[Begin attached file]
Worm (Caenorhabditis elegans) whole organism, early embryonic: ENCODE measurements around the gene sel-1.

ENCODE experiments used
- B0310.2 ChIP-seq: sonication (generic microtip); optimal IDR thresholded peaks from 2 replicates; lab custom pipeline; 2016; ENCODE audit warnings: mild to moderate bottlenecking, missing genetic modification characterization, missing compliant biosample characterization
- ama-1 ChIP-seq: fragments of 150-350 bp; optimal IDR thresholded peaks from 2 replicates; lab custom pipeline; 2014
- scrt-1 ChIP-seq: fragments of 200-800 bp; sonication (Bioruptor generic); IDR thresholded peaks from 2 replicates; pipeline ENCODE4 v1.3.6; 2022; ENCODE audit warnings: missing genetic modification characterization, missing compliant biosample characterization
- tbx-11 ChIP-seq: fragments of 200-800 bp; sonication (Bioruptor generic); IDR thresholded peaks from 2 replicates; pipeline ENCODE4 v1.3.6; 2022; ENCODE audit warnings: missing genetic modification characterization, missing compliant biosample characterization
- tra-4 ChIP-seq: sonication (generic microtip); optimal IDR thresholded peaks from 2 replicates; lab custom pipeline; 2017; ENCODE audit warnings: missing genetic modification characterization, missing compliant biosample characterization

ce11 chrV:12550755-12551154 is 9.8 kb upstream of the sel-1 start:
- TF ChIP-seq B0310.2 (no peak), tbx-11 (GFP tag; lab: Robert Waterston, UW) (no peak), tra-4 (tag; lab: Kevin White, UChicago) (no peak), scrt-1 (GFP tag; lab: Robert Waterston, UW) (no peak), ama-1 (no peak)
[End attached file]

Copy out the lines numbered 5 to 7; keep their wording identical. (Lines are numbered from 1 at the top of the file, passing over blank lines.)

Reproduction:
- scrt-1 ChIP-seq: fragments of 200-800 bp; sonication (Bioruptor generic); IDR thresholded peaks from 2 replicates; pipeline ENCODE4 v1.3.6; 2022; ENCODE audit warnings: missing genetic modification characterization, missing compliant biosample characterization
- tbx-11 ChIP-seq: fragments of 200-800 bp; sonication (Bioruptor generic); IDR thresholded peaks from 2 replicates; pipeline ENCODE4 v1.3.6; 2022; ENCODE audit warnings: missing genetic modification characterization, missing compliant biosample characterization
- tra-4 ChIP-seq: sonication (generic microtip); optimal IDR thresholded peaks from 2 replicates; lab custom pipeline; 2017; ENCODE audit warnings: missing genetic modification characterization, missing compliant biosample characterization